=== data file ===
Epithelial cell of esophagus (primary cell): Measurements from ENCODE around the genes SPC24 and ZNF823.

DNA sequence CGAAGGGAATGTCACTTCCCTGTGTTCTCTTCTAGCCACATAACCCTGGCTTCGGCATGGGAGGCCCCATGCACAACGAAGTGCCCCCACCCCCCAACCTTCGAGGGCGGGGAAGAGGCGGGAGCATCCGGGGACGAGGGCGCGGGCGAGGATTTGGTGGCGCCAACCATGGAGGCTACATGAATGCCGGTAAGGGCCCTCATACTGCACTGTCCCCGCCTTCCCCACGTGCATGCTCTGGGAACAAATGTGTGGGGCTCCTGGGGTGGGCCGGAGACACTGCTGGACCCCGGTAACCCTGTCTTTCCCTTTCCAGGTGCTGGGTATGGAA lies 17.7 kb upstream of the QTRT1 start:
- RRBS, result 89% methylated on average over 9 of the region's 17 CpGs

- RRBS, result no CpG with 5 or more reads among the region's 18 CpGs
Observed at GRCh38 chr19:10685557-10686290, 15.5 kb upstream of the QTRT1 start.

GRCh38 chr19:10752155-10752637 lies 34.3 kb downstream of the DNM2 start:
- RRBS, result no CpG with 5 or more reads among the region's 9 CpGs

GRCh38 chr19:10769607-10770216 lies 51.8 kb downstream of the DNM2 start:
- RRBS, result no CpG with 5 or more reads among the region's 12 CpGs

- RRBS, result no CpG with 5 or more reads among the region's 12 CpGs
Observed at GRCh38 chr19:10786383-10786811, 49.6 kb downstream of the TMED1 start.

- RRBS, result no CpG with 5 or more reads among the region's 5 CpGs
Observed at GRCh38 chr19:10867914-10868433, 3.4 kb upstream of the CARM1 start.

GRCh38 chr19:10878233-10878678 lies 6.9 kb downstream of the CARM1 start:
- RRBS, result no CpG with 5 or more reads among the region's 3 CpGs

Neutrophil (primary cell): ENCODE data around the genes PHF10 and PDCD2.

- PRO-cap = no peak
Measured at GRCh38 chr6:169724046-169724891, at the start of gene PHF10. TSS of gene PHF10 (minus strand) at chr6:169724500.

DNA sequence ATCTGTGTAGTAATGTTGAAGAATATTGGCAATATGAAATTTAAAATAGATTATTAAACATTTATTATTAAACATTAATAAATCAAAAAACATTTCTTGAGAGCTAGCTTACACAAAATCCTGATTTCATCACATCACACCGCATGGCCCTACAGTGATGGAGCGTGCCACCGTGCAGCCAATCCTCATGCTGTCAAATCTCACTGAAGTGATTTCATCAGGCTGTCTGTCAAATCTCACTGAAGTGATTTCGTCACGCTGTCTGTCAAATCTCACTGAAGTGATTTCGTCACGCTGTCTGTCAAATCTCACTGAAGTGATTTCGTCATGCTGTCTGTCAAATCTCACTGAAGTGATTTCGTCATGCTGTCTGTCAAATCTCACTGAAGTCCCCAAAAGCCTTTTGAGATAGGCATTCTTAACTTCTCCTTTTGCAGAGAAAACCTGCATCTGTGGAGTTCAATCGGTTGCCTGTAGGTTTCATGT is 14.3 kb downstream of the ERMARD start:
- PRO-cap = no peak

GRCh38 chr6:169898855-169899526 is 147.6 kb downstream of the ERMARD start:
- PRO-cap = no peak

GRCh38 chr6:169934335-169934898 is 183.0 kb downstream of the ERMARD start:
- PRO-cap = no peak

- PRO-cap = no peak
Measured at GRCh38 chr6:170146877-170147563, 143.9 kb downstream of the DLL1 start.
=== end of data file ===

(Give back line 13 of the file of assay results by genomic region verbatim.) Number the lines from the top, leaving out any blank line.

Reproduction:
Observed at GRCh38 chr19:10867914-10868433, 3.4 kb upstream of the CARM1 start.